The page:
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Roast Beef Dinner For Diabetics

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Slow-cooker Sicilian Pot Roast - Diabetic Friendly

1 cup chopped red bell peppers or 1 cup green bell peppers or 1 cup roasted sweet peppers , drained and chopped 14 12 ounces diced Italian-style tomatoes , undrained 1 (6 ounce) cantomato paste with roasted garlic or 1 (6 ounce) can Italian spices Rinse the meat with cool water and pat it dry with paper towels. Sprinkle both sides with some of the pepper. Coat a large nonstick skillet with nonstick cooking spray and preheat over medium-high heat. Place the meat in the skillet and cook for 2 to 3 minutes on each side, until nicely browned. Place the mushrooms, onions, and bell peppers in a 3-quart slow cooker and top with the roast. Pour the tomatoes over the meat. Top with Italian seasoning. Cover and cook on high for 5 hours or on low for 10 hours, until the meat is very tender. Remove the roast to a serving platter and cover loosely with aluminum foil to keep warm. Add the tomato paste to the remaining slow cooker mixture and stir to mix well. Slice the roast across the grain and serve hot accompanied by the sauce. Serve with pasta if desired. Nutritional Information Per Serving (1/8 of recipe): Calories: 221, Carbohydrate: 12 g, Cholesterol: 80 mg, Fat: 5.7 g, Saturated Fat: 1. Continue reading >>

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Popular Questions

  1. Hankpiggy

    Throwaway account for obvious reasons.
    Husband (55) was just diagnosed with adult-onset diabetes (misdiagnosed for 5 years as panic attacks) but refuses to do anything about it. He had a fasting glucose test (360mg/dL) and a follow-up a1c blood test (11.4%). That's literally the only testing he's had done for it.
    As soon as the initial diagnosis came back, he "fired" his primary care physician for misdiagnosing his condition. But he refuses to talk to his new PCM about it (the PCM has threatened to drop him as a patient because of it). He insists that he'll be fine, "or if not at least I know what's going to kill me."
    Won't change his diet, which has always been high in sugar. He can drink a 2liter bottle of soda a day, jokes that the suggested serving size for cinnamon buns is "all of them," etc. I've made some sneaky changes around the house. There's no snacks in easy reach. I'm cutting down on portion sizes and cooking with fewer carbs. But I have no control over what he does when he leaves for work, and I'm sure there are daily Dunkin Donut runs and fast food lunches.
    He gets blurred vision and what we used to call panic attacks but now we're calling "blood sugar events" about once a week. They're debilitating. He's unable to function for close to an hour and then shaky for another three or four. I did notice that he had a tiny cut on his foot that took forever to heal last year. In retrospect, I should have forced him to get tested then. No cardio or other issues. We regularly go on hikes with steep grades and 1,000' changes in altitude.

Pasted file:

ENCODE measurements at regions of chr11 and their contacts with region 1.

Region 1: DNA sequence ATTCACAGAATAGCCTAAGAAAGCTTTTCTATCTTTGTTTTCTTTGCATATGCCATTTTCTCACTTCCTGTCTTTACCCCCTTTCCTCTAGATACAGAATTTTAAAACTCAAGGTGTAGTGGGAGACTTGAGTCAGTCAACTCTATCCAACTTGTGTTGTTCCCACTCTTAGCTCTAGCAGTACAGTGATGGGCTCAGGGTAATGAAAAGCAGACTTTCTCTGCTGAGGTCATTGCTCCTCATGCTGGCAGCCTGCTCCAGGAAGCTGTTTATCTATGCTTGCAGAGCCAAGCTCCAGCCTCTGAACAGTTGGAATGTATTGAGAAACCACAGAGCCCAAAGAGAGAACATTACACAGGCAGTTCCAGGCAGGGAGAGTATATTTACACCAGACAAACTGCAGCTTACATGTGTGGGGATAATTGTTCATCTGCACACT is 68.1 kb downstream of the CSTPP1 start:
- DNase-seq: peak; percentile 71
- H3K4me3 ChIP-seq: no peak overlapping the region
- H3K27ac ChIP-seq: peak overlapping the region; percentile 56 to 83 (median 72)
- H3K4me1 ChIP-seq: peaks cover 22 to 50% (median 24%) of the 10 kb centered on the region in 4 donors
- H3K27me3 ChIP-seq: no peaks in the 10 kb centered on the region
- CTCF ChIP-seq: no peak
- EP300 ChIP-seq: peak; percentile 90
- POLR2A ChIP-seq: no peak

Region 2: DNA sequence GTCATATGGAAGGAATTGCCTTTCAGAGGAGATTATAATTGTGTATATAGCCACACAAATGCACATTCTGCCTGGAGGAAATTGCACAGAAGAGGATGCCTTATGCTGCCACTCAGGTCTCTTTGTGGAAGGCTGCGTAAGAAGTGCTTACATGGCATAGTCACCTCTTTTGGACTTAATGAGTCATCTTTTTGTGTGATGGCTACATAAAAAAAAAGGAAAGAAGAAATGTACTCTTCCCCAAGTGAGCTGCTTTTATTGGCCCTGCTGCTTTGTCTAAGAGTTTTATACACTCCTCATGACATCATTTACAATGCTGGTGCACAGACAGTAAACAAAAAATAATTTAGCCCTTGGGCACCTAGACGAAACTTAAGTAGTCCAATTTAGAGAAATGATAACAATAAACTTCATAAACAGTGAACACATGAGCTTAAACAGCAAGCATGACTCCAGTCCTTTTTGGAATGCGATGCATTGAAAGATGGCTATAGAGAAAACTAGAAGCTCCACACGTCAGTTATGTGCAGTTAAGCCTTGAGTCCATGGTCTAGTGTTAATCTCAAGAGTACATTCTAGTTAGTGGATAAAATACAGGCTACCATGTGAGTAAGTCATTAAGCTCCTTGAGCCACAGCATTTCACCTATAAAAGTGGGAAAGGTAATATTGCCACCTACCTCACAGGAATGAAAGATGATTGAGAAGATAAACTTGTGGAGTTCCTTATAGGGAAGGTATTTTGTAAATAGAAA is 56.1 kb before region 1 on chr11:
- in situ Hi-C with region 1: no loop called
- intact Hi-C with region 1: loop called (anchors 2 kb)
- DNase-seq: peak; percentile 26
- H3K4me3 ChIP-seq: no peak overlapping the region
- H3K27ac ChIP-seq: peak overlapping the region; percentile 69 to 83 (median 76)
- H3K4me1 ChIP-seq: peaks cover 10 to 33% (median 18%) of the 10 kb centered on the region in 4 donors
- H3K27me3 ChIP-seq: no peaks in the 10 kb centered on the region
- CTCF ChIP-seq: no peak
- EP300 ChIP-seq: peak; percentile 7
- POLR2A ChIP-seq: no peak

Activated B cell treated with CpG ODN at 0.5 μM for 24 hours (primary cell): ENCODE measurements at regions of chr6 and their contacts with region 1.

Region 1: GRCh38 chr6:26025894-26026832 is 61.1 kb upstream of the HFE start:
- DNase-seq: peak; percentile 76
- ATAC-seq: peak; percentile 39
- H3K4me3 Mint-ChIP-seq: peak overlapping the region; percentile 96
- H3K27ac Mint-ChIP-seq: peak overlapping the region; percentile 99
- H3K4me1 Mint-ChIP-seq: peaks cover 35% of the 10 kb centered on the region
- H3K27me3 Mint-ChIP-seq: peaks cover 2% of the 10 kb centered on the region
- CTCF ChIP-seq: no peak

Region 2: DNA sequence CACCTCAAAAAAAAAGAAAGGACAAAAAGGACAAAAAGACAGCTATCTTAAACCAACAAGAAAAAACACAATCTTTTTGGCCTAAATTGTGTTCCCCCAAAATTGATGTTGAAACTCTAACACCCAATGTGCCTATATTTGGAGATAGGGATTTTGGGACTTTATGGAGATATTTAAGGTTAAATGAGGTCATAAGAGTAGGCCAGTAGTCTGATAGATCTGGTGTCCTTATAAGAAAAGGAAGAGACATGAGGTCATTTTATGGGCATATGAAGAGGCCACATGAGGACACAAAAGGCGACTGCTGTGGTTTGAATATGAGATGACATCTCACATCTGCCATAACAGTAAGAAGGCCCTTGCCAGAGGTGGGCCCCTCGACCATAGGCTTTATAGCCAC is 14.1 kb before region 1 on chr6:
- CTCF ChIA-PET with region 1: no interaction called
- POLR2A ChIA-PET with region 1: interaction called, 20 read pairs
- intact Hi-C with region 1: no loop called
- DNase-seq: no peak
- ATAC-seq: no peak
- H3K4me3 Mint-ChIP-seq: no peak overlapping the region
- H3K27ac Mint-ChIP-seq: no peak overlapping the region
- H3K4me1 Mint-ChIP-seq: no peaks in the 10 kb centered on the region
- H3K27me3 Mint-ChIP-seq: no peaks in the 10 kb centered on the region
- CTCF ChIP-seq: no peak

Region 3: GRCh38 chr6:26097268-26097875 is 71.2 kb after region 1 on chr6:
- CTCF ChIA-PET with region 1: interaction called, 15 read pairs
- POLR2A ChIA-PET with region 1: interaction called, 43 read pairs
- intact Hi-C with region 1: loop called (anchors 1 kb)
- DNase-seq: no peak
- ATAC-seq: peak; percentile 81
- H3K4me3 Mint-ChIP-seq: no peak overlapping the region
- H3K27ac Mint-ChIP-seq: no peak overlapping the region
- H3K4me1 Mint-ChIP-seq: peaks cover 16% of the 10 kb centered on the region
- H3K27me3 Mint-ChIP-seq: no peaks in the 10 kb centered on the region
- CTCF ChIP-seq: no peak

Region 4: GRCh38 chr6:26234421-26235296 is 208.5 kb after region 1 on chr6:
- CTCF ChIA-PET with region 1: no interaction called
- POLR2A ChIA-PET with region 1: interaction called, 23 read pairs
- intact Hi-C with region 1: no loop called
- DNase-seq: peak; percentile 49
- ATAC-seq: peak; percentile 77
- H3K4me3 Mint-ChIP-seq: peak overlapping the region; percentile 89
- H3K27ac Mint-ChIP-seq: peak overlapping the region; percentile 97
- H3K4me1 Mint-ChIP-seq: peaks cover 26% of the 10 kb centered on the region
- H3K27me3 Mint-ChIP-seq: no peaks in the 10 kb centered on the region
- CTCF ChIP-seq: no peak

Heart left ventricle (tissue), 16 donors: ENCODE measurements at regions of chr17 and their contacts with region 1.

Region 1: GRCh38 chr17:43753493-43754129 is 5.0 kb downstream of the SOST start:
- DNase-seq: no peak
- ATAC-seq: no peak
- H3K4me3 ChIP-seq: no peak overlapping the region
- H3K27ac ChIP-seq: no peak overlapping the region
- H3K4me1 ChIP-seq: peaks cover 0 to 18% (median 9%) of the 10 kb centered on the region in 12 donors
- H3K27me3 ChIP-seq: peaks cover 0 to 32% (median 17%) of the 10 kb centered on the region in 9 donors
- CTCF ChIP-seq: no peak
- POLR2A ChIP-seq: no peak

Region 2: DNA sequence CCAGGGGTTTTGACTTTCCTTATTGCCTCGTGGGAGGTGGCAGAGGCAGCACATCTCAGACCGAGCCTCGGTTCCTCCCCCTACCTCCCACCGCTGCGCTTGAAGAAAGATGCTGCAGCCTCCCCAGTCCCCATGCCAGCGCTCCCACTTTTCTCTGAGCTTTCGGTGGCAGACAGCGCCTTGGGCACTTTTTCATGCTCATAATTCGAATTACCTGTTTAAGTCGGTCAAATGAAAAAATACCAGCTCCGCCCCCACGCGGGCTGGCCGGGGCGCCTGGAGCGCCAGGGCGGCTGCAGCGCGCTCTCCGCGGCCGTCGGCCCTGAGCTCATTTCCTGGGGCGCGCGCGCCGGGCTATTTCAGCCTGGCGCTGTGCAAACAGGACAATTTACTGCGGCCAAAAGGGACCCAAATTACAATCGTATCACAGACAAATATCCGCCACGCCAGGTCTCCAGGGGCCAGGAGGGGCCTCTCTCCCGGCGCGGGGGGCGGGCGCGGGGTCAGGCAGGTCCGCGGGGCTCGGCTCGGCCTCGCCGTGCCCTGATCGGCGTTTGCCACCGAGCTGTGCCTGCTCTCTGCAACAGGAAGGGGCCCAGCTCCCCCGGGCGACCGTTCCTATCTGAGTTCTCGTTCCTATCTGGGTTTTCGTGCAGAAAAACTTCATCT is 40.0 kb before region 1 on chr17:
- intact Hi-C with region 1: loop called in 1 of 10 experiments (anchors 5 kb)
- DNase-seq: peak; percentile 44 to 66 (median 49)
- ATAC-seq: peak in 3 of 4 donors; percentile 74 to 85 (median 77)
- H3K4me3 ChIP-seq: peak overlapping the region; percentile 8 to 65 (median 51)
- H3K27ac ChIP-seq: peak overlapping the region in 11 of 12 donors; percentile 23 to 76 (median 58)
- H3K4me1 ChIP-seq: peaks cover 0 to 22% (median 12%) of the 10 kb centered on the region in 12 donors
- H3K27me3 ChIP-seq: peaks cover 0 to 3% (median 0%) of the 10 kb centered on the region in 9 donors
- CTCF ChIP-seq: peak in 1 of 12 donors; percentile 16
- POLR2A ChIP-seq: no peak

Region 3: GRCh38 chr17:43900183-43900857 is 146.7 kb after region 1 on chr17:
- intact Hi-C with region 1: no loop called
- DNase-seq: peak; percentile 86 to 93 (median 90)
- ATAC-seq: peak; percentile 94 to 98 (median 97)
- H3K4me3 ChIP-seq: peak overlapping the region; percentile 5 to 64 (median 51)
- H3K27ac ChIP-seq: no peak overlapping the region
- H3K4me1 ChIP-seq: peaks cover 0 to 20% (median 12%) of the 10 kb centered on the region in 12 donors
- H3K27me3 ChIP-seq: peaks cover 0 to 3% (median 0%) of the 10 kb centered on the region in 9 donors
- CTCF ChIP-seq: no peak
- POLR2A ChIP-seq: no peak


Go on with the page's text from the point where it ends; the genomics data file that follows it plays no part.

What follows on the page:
I'm scared (and super pissed off) about his attitude. How long do I have to dig this grave?

  2. Ceanot

    Unfortunately, he can live for many years with horrible complications. You need to figure out what kind of life/partner you want. Are you happy to be sneaky and watch your partner slowly kill himself; or do you want a partner who will take care of himself so he can be around to do fun things? Are you partners or are you his caregiver?

  3. cdn_SW

    I'm so sorry your going through this, you must be incredibly frustrated. In my opinion it's not about how long it will take to kill him, it's about what it will do to his quality of life. Two of the more common and horrible complications of diabetes are problems with the eyes and neuropathy. He could go blind or end up losing a limb. You mentioned a cut that took forever to heal, uncontrolled blood sugar makes you prone to infections that can be difficult to heal, he could end up losing a toe, foot, or part of his leg. Neuropathy can also be horribly painful.
    Your husband needs to get a grip on dealing with this, it's really not that difficult once you make a decision to make some changes and get the proper treatment. You may also need to let him know whether or not you feel you would be able to be his caregiver if his health goes to shit due to his own negligence. It's a harsh reality, but better to come to grips with it now than when it's too late. It's hard to give a timeline, like in many things some people seem to fair reasonably well even with horrible control, and others may do all the right things and still end up with complications. Hopefully you can talk some sense into your husband, maybe have him google some images of diabetic neuropathy or diabetic foot ulcers, and see if that is enough to scare him into doing something.

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